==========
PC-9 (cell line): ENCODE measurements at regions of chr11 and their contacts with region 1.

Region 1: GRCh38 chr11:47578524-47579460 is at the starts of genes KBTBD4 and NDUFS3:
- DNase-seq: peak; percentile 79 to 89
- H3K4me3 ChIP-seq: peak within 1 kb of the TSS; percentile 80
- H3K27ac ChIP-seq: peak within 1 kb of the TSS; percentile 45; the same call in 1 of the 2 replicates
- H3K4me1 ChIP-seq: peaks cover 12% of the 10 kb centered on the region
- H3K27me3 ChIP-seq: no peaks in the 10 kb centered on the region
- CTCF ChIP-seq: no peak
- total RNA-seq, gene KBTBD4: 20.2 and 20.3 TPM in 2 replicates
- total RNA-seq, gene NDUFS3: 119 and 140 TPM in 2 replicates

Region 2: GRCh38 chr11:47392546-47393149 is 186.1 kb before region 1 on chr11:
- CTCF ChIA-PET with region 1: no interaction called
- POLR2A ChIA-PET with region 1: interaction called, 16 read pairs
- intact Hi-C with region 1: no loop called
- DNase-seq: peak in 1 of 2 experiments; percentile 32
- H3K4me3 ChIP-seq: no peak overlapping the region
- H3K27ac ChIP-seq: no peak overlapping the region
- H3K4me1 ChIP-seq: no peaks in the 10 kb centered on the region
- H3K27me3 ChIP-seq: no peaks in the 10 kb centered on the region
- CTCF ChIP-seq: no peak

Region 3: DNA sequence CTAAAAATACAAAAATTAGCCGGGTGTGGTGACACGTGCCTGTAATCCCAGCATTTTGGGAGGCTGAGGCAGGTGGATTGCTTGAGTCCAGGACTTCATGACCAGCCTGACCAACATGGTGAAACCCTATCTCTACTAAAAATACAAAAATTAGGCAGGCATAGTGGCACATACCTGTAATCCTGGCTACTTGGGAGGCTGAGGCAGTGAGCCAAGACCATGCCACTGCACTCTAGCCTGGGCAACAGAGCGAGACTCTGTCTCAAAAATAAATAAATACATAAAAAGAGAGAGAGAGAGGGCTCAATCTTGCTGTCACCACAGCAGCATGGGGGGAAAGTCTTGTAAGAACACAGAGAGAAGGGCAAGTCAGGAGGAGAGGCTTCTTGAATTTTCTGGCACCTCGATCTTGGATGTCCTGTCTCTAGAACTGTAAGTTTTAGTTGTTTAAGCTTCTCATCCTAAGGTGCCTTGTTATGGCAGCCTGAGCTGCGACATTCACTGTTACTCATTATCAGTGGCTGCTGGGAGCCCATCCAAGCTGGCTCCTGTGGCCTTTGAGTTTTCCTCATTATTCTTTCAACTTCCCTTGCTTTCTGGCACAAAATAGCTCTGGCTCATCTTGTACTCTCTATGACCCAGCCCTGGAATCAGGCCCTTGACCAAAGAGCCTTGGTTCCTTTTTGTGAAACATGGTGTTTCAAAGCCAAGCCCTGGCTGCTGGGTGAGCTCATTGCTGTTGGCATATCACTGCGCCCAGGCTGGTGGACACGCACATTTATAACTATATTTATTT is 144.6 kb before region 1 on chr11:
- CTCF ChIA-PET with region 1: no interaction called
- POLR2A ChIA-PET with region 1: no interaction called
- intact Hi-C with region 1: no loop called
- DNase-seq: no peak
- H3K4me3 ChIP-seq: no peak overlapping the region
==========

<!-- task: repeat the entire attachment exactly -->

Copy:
PC-9 (cell line): ENCODE measurements at regions of chr11 and their contacts with region 1.

Region 1: GRCh38 chr11:47578524-47579460 is at the starts of genes KBTBD4 and NDUFS3:
- DNase-seq: peak; percentile 79 to 89
- H3K4me3 ChIP-seq: peak within 1 kb of the TSS; percentile 80
- H3K27ac ChIP-seq: peak within 1 kb of the TSS; percentile 45; the same call in 1 of the 2 replicates
- H3K4me1 ChIP-seq: peaks cover 12% of the 10 kb centered on the region
- H3K27me3 ChIP-seq: no peaks in the 10 kb centered on the region
- CTCF ChIP-seq: no peak
- total RNA-seq, gene KBTBD4: 20.2 and 20.3 TPM in 2 replicates
- total RNA-seq, gene NDUFS3: 119 and 140 TPM in 2 replicates

Region 2: GRCh38 chr11:47392546-47393149 is 186.1 kb before region 1 on chr11:
- CTCF ChIA-PET with region 1: no interaction called
- POLR2A ChIA-PET with region 1: interaction called, 16 read pairs
- intact Hi-C with region 1: no loop called
- DNase-seq: peak in 1 of 2 experiments; percentile 32
- H3K4me3 ChIP-seq: no peak overlapping the region
- H3K27ac ChIP-seq: no peak overlapping the region
- H3K4me1 ChIP-seq: no peaks in the 10 kb centered on the region
- H3K27me3 ChIP-seq: no peaks in the 10 kb centered on the region
- CTCF ChIP-seq: no peak

Region 3: DNA sequence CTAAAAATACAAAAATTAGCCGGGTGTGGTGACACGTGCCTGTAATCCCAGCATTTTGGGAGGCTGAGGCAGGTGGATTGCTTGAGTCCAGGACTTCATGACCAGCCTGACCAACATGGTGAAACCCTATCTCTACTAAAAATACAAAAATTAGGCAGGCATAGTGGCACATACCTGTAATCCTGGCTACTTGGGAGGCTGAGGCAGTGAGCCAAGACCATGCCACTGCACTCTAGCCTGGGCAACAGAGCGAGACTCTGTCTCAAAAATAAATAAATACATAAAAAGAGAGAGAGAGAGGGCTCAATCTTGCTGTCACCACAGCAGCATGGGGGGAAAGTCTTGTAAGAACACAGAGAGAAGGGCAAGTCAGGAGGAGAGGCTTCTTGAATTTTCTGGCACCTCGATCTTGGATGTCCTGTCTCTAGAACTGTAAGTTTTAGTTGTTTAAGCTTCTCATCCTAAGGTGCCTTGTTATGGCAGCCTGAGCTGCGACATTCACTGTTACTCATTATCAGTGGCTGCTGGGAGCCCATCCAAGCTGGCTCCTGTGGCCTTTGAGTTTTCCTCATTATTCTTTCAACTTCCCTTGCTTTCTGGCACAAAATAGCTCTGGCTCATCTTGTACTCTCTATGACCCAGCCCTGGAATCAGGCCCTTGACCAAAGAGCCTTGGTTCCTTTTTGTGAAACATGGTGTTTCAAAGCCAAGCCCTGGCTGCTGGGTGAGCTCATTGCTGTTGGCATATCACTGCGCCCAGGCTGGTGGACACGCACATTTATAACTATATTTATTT is 144.6 kb before region 1 on chr11:
- CTCF ChIA-PET with region 1: no interaction called
- POLR2A ChIA-PET with region 1: no interaction called
- intact Hi-C with region 1: no loop called
- DNase-seq: no peak
- H3K4me3 ChIP-seq: no peak overlapping the region